Monday, January 5, 2015

Dear Autism,

Dear Autism,
I hate you. I hate you for taking my son’s childhood from him, from me. When he should have been absorbing information from his environment, you stood between him and understanding the world around him. When he should have been playing with his brothers and sisters he was at therapies trying to fight through the fog that you create in his world. When I should have been watching him grow and develop I had to watch him withdraw and struggle because you threw so many obstacles in his way. You cost us tens of thousands of dollars Autism. When my son should have been playing with toys, you had him lining them up and spinning them. When he should have been pretending, you had him staring at ceiling fans, obsessing over the vacuum cleaner, and looking at his reflection. When he should have been playing in the dirt, you had him washing and rewashing his hands. You stole his language when he was two. You stole the sparkle right out of his eyes. It was there when he was a baby. And then…. it was gone. You showed up and it was gone. You replaced that sparkle with an anxiety that I could not console. No child should have to endure all the anxiety you burden him with. I hate you Autism. I love my son, but I hate you.


But Autism,
Tate, age four


You did not steal everything. You did not steal his sweet spirit. You did not steal his smile. You did not steal his ability to communicate or his determination. You did not steal all the laughter and you certainly did not steal any of our love. I know you are strong and take more from some than others. Did you go easy on my son for a reason? Did you show up too late to take it all? Did birth order play a part? Was my son just too strong for you? Or did all the therapies start early enough and intensely enough to thwart your best efforts?

Autism, 
I hate you. Yet, not everything you have done has been bad. I have learned so much from you, not just acronyms and statistics, best practice therapies and how to bargain with public school staff. I have learned that little people with special needs are just as amazing and as easy to love as little people without special needs. I have learned that little people with special needs grow up to be big people with special needs and neither are scary or intimidating as I once imagined they might be. You have taught me that people with special needs are all just people, like the rest of us. You have taught me how to love bigger, stronger, harder, and deeper. You have taught me so much about compromise and understanding. My heart is fuller and my empathy skills have been magnified. In spite of the few good things you have done, I still hate you.

I hate you. Nevertheless, I must thank you for something Autism. You have introduced me to a community of amazing people. I cannot imagine what my life would be like having never met some of the people I know now. Many of these individuals have changed my life for the better. They have become some of my closest friends. Who knew my life would be richer for meeting so many therapists, advocates, teachers, families, and students? Maybe you did; but I still hate you.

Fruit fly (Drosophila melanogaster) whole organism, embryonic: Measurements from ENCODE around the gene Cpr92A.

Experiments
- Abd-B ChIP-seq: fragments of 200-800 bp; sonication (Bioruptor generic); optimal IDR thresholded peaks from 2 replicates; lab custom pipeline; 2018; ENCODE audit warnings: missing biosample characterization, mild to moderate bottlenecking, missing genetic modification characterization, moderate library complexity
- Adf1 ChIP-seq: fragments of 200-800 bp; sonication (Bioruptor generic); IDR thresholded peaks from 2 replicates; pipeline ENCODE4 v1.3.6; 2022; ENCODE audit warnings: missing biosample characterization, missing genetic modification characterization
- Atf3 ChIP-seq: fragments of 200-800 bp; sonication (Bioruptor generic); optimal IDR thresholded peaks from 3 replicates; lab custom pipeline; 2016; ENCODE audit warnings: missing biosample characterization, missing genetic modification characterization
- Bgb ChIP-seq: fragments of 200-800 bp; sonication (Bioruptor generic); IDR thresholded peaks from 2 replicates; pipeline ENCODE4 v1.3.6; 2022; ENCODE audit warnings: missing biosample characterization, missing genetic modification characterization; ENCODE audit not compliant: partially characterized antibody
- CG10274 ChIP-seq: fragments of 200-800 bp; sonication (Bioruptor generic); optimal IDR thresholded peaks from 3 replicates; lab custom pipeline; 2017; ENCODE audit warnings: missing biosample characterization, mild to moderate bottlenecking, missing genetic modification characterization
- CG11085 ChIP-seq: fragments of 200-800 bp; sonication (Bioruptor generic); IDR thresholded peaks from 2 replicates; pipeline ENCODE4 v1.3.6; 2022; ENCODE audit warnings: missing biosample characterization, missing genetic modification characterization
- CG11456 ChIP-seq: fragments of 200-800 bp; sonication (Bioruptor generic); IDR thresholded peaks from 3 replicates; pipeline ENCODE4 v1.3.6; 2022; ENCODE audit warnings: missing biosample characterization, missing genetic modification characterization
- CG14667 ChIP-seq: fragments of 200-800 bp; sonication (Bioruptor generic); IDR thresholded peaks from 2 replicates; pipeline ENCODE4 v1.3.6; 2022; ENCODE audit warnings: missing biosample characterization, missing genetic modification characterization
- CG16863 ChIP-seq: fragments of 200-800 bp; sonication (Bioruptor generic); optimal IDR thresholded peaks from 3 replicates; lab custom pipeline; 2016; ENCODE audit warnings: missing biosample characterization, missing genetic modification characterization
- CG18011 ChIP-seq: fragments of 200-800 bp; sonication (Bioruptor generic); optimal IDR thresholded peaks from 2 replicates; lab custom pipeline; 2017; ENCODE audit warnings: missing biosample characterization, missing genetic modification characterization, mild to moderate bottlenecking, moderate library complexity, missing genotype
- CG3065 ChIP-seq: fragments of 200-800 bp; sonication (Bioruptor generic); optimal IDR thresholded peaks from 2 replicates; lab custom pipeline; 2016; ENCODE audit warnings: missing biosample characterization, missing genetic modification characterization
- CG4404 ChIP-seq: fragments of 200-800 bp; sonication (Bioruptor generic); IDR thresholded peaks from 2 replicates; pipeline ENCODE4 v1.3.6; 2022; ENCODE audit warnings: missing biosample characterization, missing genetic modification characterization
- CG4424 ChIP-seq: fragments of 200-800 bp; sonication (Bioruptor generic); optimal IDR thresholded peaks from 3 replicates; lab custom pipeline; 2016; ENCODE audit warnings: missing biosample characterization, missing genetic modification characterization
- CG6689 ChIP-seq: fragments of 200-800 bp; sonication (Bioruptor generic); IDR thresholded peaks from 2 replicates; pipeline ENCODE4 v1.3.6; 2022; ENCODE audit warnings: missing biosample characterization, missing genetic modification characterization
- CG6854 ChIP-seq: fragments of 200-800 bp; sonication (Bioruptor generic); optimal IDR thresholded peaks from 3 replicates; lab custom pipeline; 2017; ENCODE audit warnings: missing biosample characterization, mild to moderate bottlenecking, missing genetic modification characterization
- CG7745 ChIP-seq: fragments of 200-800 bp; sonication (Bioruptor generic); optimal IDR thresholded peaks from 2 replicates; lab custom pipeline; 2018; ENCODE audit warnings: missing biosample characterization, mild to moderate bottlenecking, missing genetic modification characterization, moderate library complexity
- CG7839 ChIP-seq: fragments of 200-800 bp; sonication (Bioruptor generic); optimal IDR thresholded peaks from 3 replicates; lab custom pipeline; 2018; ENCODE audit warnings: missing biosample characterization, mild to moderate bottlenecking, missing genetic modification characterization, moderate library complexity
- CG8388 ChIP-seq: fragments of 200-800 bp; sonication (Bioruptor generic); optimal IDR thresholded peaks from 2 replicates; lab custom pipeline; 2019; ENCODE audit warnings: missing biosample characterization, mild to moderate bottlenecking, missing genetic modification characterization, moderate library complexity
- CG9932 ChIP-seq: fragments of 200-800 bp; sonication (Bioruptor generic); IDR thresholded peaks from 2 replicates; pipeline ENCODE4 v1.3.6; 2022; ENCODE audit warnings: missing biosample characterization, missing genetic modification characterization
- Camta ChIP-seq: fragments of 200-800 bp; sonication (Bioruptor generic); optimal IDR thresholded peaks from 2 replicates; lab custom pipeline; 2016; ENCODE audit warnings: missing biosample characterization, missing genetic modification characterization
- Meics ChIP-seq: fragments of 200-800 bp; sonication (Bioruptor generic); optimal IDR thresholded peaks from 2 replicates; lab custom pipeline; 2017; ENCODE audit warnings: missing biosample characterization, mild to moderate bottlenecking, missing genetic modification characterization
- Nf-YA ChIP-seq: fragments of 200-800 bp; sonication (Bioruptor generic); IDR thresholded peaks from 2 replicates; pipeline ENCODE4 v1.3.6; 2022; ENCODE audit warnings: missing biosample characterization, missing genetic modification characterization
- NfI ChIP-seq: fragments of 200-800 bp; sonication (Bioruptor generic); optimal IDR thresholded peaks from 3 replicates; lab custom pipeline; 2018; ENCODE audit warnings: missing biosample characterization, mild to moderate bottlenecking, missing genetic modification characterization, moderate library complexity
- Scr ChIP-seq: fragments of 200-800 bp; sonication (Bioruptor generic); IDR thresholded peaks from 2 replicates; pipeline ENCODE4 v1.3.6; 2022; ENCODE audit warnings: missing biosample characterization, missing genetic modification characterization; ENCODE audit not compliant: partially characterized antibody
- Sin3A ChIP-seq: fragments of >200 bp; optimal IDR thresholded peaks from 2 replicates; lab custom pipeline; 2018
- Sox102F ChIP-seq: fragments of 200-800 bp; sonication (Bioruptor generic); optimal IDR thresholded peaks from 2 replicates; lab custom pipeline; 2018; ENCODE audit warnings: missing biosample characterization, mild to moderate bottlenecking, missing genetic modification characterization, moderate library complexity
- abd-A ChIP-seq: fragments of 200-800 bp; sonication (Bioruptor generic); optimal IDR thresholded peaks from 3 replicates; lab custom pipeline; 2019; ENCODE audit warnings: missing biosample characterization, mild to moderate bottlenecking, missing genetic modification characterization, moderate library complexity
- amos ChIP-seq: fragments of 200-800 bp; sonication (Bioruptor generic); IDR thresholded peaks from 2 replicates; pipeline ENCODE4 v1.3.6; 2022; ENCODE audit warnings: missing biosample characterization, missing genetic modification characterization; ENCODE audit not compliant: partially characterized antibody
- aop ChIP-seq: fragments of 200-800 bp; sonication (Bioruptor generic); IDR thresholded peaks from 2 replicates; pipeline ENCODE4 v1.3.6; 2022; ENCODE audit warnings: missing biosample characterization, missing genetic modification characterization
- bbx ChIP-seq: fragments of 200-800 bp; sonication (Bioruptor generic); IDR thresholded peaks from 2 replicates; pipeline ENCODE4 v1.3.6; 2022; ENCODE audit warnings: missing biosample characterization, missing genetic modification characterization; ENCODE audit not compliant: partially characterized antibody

Autism, 
Smith kids, 2002
You often ruin families financially. You make lives hard. You do your best to cause hardship and division, and ruin marriages. But sometimes, you take a strong marriage and make it even stronger. You tried very hard to cause jealousy and resentment in my son’s siblings. My kids stepped up to the challenge you issued them though. My kids help their youngest brother fight through the fog and confusion you cause him. You, Autism, took parts of their childhood too and robbed them of an enormousness amount of their mother’s attention. Perhaps I should thank you for that as well. My children are stronger and better because they know you. You have taught them lessons in empathy and compassion they never would have learned if you had not intruded on our lives.

Dear Autism,
I hate you. I hate you for taking my son’s future from him, from me. When he should be reading novels, he will be reading picture books and simple chapter books and struggling to comprehend what they are saying. When he should be learning to drive you will be standing between him and a drivers license. You will make dating impossible. When he is old enough to go off to college you will not allow it. My son’s peers will get jobs and earn paychecks but you will not even allow my son to understand the value of a dollar or how to count coins and make change. When my son occasionally speaks of getting married and having children I know you are there, always there, making his dreams of the future unrealistic. I hate you Autism. I love my son, but I hate you.

Autism,
My husband and I are making plans for retirement. You try to get in the way but we plan around you. We speak of the trips we hope to take and we know that we are not making plans for just two. We are making plans for the two of us, our adult son, and you. You will always be with us Autism. And when we are gone? One of those siblings that you have made so strong will carry on with their youngest brother and you. He will be loved and you will be hated then as well. I hate you Autism. I really hate you.

Oh, and one more thing Autism... If your goal was to make me bitter, you have failed. I live with a song in my heart and a smile on my face. My son makes me so happy and proud. All my children do. It is only you I hate Autism; but you do not rule my life or define who we are. You have taken so much from us but you cannot steal our happiness.

Smith kids, December 2014

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4 comments:

  1. I've had several of the same thoughts about autism. My kiddo is 4 now and still struggles, but he's improved quite a bit with his daily therapy.

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